Fusion Plate is an independent restaurant attached to a franchise of the Bambu bubble tea chain, and its facade and modernist interior are so minimalist I've simply looked right past it over and over again. Stopping in for a meal, though, was a smart idea. This year-old project from the Chin and Luu families, who own another Bambu in May's Landing, is an appealing mash-up of their Chinese-Vietnamese heritage, with a little Thai thrown in. In fact, the peanut-glazed satay skewers were among the tastiest dishes. The chow fun had the smoky singe of a good hot wok. And I've heard good reports from the General Tso's lovers I know that Fusion's "Golden Chicken" is a worthy approximation without the typical oversweetness.
But the genuine Vietnamese flavors are the reason to go, including a refreshing salad of shredded pickled lotus stems layered with mint, shrimp, and tender pork topped with crushed peanuts, crispy shallots, and a bright and funky nuoc mam dressing. The pho also is a big winner. The thin-sliced beef was tender, the rice noodles had snap, and the broth had a lip-coating richness shaded by star anise and charred ginger that had a slow-stewed, small-batch complexity.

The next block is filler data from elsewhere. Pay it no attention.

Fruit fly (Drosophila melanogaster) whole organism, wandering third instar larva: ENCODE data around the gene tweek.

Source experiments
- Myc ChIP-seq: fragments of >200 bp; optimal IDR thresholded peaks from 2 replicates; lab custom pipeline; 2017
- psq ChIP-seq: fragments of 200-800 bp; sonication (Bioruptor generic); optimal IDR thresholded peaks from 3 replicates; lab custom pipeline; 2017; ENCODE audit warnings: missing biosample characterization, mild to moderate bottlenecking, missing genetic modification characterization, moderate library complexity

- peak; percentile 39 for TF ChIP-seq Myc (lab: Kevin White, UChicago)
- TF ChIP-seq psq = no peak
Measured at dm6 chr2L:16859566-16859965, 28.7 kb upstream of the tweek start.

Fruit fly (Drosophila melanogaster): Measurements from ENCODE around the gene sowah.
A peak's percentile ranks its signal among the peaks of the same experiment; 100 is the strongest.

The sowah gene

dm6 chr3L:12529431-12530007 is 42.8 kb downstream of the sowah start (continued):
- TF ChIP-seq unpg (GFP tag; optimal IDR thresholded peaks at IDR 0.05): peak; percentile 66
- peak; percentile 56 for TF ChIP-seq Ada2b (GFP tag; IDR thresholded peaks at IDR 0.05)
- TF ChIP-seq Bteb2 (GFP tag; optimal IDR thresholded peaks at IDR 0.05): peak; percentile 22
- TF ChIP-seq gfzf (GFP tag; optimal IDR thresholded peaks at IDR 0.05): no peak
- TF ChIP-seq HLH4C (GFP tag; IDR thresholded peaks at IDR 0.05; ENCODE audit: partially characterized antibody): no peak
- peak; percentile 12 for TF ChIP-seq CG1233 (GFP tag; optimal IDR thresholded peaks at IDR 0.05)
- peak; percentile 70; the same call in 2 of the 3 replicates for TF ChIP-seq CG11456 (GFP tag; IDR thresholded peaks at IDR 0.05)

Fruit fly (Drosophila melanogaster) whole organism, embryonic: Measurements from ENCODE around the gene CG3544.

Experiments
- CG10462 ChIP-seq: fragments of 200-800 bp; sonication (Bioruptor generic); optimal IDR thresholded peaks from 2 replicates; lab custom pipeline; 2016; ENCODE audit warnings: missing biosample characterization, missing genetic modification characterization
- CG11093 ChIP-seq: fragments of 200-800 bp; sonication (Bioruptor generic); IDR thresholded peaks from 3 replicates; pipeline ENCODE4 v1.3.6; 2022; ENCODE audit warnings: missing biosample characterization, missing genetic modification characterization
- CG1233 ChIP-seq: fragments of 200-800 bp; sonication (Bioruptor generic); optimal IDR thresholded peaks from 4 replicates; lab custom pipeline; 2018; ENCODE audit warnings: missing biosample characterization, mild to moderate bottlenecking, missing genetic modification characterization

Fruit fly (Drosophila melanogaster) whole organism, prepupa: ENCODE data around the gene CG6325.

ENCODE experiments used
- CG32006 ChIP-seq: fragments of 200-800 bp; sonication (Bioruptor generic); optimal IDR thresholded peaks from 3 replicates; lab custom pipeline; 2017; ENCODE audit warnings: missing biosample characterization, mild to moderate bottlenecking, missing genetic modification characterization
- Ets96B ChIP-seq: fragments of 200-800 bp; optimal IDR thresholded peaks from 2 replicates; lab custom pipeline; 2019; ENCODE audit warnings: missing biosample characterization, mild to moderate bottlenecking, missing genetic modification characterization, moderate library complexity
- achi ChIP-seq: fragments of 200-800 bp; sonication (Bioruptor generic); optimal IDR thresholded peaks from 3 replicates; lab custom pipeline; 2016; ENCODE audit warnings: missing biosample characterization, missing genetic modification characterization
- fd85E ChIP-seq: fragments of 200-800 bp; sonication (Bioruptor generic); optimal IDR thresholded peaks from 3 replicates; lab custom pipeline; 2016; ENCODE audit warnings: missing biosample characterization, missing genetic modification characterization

No, Fusion Plate does not offer some of the scary bits (tripe, tendon, etc.) that I treasure in the best pho halls I frequent in Philly. This is tourist country, after all: "Our clientele won't go for the hard-core Vietnamese proteins," says co-owner Thi Chin, "so we don't bother." But Fusion Plate definitely is worth the bother. The home-cooked Asian flavors were satisfying enough that I won't pass that storefront again without thinking of stopping in for a taste of its banh mi.
Fusion Plate, 947 Asbury Ave., Ocean City, 609-938-2476; fusionplatepho.com
The Northend Beach Grill is literally hidden behind the dunes of North Beach in Ocean City, a towering "Open" flag ripping in the breeze overhead the only sign to sunbathers that breakfast or a burger for lunch is nearby. We've made the trek to breakfast there an annual tradition, and, for whatever reason, the Western omelet and crispy waffle in early July were among the best there we've ever had. Simple. Fresh. And with the best porch view of Jersey sand and surf I could ever imagine. Unfortunately, a fire just weeks after our recent visit closed the grill down for the rest of this summer. The good news? No one was hurt. And the owners have vowed: Breakfast by the beach at one of the Shore's best hidden gems will come back strong in 2019. We'll be there.